A Rosetta Stone for visual storytelling
One thing that every project here at Tremendousness has in common is the translation of complex information into compelling visual formats. This is what we do to help our clients tell the stories they’re trying to communicate.
That word “translation” is a specific choice. Our clients are the experts at what they do and the people and strategies required to succeed. What they need help with is the TRANSLATION of that strategy into story. We help them take all the complex details that they need to do their work and transform those into a story that makes it easier to not just understand in the moment, but to retain, return to, and share.
There is a specific tool we use in that process of translation.
When we emerge from a discovery workshop early in the process, our first goal is to synthesize the findings into cohesive blocks of information so our designers can focus the visualization of the story around what matters. There are a number of types of stories we frequently tell. Sometimes it’s a ‘Strategy Story’, ‘Value proposition Story’, or it could be ‘Change Story’, amongst a range of others. Regardless of the story type, to get to that cohesive structure, we use something we call a NARRATIVE. Think of it as our Rosetta Stone.
There are four key pieces of the narrative:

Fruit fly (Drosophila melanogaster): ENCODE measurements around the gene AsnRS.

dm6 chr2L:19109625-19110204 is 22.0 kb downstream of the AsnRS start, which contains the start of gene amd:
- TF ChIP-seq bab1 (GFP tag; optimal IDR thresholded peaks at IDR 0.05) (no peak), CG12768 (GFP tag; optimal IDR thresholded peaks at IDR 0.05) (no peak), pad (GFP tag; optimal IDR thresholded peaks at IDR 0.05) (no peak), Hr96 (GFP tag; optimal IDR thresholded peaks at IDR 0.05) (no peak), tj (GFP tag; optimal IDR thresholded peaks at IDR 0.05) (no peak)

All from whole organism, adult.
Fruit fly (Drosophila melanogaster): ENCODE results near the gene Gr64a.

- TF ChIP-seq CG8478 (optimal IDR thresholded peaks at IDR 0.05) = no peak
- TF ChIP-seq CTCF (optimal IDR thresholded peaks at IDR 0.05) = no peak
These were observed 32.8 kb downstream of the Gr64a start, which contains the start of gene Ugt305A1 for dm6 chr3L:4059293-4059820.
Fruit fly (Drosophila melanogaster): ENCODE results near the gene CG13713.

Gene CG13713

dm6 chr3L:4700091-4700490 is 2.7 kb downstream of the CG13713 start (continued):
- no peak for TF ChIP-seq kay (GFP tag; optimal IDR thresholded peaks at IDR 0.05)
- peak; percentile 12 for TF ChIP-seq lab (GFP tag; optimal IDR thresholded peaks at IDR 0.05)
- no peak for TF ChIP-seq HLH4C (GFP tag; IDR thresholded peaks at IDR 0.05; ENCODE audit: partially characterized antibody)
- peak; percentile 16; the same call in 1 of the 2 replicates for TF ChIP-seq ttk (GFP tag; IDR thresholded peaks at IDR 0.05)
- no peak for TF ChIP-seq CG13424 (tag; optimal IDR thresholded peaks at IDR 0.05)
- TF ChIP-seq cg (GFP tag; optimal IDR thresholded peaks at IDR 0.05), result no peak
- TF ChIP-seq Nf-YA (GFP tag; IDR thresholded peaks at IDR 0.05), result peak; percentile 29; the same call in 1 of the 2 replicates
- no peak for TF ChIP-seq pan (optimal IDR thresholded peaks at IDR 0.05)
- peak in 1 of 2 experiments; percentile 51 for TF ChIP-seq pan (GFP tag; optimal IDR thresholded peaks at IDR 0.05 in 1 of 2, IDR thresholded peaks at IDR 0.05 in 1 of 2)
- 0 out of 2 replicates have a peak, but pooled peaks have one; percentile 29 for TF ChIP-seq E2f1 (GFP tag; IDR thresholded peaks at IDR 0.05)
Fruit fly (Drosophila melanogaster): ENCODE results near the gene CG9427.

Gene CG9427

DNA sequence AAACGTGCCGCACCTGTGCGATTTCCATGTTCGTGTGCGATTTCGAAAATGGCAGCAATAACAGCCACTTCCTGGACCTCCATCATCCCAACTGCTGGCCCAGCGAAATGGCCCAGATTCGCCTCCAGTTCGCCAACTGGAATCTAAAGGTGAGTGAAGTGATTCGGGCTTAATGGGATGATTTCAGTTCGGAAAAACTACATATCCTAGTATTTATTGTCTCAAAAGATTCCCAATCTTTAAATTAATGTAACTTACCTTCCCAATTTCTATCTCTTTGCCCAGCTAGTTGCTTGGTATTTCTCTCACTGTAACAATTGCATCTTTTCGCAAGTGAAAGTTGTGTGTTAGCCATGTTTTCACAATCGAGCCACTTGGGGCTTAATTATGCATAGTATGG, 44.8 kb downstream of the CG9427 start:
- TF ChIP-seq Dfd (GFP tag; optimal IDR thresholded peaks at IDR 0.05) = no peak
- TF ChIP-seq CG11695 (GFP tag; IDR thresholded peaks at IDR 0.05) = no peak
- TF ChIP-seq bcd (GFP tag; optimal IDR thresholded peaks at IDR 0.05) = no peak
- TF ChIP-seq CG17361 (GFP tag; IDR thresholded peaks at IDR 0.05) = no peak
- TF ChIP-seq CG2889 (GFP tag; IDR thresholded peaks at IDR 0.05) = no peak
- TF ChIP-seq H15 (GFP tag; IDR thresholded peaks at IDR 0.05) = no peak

- The premise: This varies depending on the need of the project. For strategy visuals this might be about ‘Who We Are’—the client’s functions and teams. For a change management visual this is where we articulate the ‘Case for Change’ or ‘Vision for the Future’.
- The unique approach: This content often is about the core capabilities of the team, or the specific activities and paths to get to the future.
- The benefit: This part explains the impact the business has on key customers (both internal and external), end-users, and the organization as a whole—or the value proposition of the initiative, and why it matters.
- The takeaway: Here’s what we want the audience to walk away with; it could be an explicit call to action, general awareness, or even a mutual understanding of success.
Using those ingredients, we write a one-page document that maps out the critical perspectives and pieces of information that tell the story. We then share that with our client, collaborate to refine it, and, once aligned, use it to guide the creation of the visual artifacts that become the final output.
The rationale is that it’s more productive to organize the raw output from the sessions and use that as a starting point, rather than immediately diving into specific visual concepts. It helps everyone align on the information first, before we begin visualizing it. This makes the design and feedback process more efficient for our designers… and gives our clients the confidence that they’re going to get exactly what they need to tell their story.
Image: Illustration by Hannah Fales / Tremendousness.